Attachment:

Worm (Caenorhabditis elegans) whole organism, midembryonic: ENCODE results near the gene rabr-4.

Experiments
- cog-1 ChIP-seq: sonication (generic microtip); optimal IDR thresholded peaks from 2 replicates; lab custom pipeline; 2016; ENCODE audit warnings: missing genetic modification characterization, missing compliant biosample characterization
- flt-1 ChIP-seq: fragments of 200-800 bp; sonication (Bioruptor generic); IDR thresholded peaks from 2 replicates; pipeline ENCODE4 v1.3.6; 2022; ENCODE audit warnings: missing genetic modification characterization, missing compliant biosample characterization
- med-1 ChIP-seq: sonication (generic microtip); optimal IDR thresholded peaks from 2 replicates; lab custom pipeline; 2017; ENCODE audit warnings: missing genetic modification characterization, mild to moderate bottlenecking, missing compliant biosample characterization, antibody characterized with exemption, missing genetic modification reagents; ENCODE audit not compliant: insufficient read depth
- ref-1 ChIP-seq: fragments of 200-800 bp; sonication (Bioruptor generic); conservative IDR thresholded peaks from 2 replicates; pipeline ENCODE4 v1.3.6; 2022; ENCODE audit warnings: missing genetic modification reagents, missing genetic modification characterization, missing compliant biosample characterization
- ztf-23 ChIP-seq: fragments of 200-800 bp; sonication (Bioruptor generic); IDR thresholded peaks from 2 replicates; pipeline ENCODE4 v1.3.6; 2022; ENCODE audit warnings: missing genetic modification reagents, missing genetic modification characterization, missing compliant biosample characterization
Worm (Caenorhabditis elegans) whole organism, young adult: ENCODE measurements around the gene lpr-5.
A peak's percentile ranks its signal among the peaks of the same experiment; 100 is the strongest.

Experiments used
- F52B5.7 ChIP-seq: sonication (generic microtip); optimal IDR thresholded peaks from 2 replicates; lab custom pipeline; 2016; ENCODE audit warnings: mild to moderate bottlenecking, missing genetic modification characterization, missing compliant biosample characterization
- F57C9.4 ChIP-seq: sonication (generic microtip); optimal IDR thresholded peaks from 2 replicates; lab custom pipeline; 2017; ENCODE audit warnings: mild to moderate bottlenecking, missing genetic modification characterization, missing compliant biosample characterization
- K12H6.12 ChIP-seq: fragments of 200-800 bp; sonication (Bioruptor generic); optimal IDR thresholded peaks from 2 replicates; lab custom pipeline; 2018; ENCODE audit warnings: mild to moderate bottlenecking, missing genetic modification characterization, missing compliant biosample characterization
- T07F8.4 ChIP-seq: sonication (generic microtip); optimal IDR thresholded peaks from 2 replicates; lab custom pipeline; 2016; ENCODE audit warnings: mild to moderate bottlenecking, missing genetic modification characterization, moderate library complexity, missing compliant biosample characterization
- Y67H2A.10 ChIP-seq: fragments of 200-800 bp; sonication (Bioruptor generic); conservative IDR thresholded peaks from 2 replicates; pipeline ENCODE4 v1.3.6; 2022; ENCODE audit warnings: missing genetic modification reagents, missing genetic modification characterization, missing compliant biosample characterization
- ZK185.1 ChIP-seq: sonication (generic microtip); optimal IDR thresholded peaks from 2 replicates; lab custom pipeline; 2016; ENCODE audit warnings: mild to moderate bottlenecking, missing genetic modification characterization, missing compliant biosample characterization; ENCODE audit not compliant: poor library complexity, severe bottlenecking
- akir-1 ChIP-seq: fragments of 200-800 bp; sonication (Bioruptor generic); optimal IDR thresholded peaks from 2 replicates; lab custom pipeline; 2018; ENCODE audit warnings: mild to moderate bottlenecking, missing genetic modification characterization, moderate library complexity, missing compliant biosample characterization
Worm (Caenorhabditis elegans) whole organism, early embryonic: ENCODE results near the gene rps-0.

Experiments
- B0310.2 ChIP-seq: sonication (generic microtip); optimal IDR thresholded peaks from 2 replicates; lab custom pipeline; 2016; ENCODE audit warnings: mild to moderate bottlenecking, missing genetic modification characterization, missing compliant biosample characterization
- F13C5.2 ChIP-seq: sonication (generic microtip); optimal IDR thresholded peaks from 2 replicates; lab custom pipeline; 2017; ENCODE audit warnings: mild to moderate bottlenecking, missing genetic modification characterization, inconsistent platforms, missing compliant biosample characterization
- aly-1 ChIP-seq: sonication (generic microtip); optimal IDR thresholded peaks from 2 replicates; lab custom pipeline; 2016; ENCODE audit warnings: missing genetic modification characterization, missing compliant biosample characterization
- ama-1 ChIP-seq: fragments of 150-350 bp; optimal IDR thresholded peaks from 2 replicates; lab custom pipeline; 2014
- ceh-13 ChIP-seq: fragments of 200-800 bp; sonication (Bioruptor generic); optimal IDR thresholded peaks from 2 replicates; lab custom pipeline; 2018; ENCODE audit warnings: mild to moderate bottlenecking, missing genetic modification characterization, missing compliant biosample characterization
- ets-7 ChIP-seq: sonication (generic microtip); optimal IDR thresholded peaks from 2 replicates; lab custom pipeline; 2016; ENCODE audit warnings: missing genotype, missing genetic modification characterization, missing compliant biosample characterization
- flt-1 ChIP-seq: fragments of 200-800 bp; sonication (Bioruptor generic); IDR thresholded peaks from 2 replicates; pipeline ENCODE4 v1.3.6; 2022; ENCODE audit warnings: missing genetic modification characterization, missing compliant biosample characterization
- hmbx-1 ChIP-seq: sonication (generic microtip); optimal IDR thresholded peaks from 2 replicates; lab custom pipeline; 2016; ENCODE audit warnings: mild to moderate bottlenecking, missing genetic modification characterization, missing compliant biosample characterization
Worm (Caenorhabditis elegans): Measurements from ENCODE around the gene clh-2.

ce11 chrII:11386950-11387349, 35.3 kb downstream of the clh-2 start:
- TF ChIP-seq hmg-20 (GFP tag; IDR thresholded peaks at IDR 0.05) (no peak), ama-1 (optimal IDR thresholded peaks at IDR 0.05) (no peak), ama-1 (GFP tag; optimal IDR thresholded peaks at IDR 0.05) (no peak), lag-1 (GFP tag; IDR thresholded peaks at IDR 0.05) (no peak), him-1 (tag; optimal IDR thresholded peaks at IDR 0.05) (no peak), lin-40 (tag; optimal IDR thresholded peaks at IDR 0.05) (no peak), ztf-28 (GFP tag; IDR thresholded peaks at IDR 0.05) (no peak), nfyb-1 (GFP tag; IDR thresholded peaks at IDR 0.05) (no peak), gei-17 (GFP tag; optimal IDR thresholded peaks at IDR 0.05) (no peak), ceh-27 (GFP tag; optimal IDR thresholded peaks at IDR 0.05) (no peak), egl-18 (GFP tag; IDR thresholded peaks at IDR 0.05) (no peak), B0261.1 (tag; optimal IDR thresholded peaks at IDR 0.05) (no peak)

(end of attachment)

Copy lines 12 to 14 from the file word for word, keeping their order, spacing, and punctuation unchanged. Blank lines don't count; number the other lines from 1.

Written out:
- F57C9.4 ChIP-seq: sonication (generic microtip); optimal IDR thresholded peaks from 2 replicates; lab custom pipeline; 2017; ENCODE audit warnings: mild to moderate bottlenecking, missing genetic modification characterization, missing compliant biosample characterization
- K12H6.12 ChIP-seq: fragments of 200-800 bp; sonication (Bioruptor generic); optimal IDR thresholded peaks from 2 replicates; lab custom pipeline; 2018; ENCODE audit warnings: mild to moderate bottlenecking, missing genetic modification characterization, missing compliant biosample characterization
- T07F8.4 ChIP-seq: sonication (generic microtip); optimal IDR thresholded peaks from 2 replicates; lab custom pipeline; 2016; ENCODE audit warnings: mild to moderate bottlenecking, missing genetic modification characterization, moderate library complexity, missing compliant biosample characterization